EDUCATION

G-A test scores above state average

PAT FRIDGEN, Echo Pilot

The School Performace Profile (SPP) for the four buildings on the Greencastle-Antrim School District campus were revealed Oct. 17. Director of educational operations Dr. Robert Crider explained the results to the school board during its worksession. Student testing took place last spring.

The high school came in at 85.3 percent, the middle school at 86 percent, the elementary school at 72.1 percent, and the primary school at 84.5 percent. SPP was based on academic achievement, closing the achievement gap, academic growth indicators and other factors. Scores from last year’s Keystone exams and PSSA tests were used in the calculations.

School officials were pleased with the results and wanted to see growth from the students each year. The scores surpassed state averages.

“Our numbers are matching natural life,” said Crider. “Eighty percent do well, 10 percent do well with a little help, and five to 10 percent qualify for special education services and are not going to function at grade level.”

“When we hit 90 percent, we’ll be celebrating,” said superintendent Dr. C. Gregory Hoover.

The scores

At the high school level, Keystone test scores exceeded the state averages, shown in parentheses. They were: algebra, 70.95 percent (54); literature, 89.67 (66.8); and biology, 55.71 (41.5).

In grades 3-8, PSSA results were similar - math, 80.8 percent (74.7); reading, 74.4 (69); science, 72.5 (69.2); and writing, 79.9 (68.1).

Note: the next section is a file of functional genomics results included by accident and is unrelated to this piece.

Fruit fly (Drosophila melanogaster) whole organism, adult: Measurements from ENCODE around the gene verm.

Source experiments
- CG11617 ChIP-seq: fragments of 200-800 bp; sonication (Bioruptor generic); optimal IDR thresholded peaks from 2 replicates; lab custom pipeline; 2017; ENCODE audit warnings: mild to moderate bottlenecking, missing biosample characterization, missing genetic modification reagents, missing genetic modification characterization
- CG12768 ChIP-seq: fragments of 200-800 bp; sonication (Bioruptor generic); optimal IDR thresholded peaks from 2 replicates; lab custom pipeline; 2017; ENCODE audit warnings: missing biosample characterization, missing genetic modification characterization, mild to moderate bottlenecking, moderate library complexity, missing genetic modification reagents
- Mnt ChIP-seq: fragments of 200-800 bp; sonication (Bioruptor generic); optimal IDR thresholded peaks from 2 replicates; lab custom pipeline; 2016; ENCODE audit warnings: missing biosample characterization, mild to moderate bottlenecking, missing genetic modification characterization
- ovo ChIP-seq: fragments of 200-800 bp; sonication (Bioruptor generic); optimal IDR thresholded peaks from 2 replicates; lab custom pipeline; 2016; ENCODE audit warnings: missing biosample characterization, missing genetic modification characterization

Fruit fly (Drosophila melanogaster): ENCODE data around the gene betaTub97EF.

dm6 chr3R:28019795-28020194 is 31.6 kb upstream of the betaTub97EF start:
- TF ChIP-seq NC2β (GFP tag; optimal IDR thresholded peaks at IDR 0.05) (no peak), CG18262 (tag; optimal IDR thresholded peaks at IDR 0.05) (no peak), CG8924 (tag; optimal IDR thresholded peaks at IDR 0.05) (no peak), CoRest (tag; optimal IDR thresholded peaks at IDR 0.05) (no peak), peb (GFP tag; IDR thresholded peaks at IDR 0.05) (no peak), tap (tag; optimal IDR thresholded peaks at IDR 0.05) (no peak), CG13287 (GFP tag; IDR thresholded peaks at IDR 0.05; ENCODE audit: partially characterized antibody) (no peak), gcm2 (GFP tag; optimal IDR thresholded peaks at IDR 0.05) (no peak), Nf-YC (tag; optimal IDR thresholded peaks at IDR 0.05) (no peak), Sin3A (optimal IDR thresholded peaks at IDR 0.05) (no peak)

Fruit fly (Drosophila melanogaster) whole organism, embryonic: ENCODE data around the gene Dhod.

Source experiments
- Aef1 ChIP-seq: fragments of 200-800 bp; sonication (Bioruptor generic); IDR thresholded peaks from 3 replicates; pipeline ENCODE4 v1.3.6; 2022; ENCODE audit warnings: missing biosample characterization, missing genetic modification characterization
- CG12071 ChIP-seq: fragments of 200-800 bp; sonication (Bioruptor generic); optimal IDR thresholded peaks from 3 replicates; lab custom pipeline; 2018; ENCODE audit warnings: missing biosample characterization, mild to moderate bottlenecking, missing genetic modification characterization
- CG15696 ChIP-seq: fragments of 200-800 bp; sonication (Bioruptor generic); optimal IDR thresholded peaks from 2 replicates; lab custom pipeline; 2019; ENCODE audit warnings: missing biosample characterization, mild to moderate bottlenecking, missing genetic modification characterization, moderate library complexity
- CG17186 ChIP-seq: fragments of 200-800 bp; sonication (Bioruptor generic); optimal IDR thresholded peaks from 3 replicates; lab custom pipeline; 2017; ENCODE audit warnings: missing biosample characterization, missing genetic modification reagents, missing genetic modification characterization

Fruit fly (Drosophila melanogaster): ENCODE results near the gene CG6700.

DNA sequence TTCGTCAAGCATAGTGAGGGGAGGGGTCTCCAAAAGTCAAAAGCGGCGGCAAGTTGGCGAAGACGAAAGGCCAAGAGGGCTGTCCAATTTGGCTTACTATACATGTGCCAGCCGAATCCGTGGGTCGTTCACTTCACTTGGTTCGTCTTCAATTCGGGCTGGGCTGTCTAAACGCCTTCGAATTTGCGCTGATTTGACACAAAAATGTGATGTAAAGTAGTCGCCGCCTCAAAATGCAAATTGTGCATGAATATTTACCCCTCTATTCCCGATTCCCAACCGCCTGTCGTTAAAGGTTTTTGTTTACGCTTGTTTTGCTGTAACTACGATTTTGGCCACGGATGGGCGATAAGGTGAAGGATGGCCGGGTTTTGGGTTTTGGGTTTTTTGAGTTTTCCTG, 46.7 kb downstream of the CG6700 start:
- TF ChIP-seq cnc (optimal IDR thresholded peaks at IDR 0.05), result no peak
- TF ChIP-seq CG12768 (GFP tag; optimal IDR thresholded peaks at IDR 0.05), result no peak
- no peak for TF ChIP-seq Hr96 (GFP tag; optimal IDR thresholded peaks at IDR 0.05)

Crider noted that science had taken a back seat to math and reading in the past, and textbooks were old. Science, technology, engineering and math programs (STEM) were now emphasized. Celeste Beard, assistant director of educational operations, added that the KtO grant program addressed the issue. Every academic department was focusing on reading and comprehension skills.

“Students are becoming readers of content in all areas,” she said. “They are hitting non-fiction.”

At the middle school, students achieved a reading score of 77.1 and a math score of 81.7, both dips from the previous year. At the elementary school the ratings were reading, 71.4, also a drop; and math, 79.2. At the primary school the scores were reading, 80.2; and math, 81.5, both dips. The number of proficient or advanced students was based on the spring PSSA test results of this year's third graders.

Crider offered some explanation. He said the reading series was eight years old, KtO training took teachers out of the classroom 10 days last year, and the intervention program was outdated and had just been replaced.

“And there is always some fluctuation in scores,” he said.

Beard predicted it would take two to three years to see the full results of the KtO grant program, which concentrated on reading skills.

The SPP is required by the Pennsylvania Department of Education.

Board members attending the worksession were Joel Fridgen, Melinda Cordell, Ken Haines, Eric Holtzman, Brian Hissong and Mike Still. William Thorne, Mike Shindle and Tracy Baer were absent.